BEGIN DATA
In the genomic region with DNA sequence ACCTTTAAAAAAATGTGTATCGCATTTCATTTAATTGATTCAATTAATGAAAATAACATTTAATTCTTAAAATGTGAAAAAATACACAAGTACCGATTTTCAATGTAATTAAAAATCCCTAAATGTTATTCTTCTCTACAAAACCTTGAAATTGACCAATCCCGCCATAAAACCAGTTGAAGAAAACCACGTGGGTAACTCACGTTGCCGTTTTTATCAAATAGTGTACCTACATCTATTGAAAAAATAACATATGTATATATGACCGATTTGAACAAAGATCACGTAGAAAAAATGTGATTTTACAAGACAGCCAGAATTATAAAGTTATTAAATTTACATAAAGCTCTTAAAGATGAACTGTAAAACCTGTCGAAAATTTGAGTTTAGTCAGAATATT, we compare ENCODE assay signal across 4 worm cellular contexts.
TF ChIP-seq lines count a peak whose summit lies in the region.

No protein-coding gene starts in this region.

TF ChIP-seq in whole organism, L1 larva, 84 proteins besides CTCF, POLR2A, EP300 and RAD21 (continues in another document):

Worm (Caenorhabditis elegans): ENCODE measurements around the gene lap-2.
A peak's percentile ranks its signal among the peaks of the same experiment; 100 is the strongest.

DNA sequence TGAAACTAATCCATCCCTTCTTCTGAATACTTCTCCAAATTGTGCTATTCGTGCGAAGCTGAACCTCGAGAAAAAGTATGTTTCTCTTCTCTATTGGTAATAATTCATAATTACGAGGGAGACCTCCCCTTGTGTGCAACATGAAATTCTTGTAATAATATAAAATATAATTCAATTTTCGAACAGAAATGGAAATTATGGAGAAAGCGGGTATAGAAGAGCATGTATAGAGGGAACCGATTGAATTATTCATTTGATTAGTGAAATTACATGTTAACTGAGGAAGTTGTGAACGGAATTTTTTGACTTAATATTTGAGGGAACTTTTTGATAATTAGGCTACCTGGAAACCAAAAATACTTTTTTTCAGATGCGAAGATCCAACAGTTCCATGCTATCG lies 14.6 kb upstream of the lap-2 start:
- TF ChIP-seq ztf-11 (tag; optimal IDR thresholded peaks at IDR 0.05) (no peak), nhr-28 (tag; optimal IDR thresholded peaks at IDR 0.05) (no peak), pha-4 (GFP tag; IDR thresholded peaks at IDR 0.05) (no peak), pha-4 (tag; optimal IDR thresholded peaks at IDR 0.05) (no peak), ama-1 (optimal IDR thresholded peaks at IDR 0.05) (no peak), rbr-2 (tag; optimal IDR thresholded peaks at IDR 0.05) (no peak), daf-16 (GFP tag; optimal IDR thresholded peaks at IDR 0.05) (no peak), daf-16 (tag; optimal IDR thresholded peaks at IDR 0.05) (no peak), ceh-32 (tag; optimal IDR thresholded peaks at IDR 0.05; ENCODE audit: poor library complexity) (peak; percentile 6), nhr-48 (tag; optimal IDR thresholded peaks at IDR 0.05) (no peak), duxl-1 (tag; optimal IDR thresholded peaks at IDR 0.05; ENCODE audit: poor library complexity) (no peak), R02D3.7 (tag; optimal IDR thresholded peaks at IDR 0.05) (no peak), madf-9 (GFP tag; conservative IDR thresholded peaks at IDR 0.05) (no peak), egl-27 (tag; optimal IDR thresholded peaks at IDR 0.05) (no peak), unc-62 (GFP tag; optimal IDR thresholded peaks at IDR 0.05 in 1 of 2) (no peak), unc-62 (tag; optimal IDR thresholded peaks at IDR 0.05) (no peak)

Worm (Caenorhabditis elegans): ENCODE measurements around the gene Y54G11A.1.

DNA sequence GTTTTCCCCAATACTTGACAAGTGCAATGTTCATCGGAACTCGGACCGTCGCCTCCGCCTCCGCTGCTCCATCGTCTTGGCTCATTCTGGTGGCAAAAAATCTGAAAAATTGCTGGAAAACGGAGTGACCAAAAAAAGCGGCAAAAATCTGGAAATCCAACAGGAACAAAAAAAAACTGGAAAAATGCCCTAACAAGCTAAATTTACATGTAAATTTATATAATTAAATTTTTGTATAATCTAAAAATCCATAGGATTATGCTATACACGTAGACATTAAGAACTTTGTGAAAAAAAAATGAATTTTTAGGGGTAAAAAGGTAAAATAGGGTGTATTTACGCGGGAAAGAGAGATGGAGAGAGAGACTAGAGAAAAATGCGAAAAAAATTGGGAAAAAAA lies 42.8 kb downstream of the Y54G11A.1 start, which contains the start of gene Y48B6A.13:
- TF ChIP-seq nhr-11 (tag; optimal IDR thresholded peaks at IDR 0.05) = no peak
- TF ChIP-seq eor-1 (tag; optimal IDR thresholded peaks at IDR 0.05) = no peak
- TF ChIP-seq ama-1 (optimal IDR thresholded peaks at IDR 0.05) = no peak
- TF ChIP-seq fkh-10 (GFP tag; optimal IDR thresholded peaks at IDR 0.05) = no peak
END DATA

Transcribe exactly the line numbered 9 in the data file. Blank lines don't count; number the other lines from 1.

Worm (Caenorhabditis elegans): ENCODE measurements around the gene Y54G11A.1.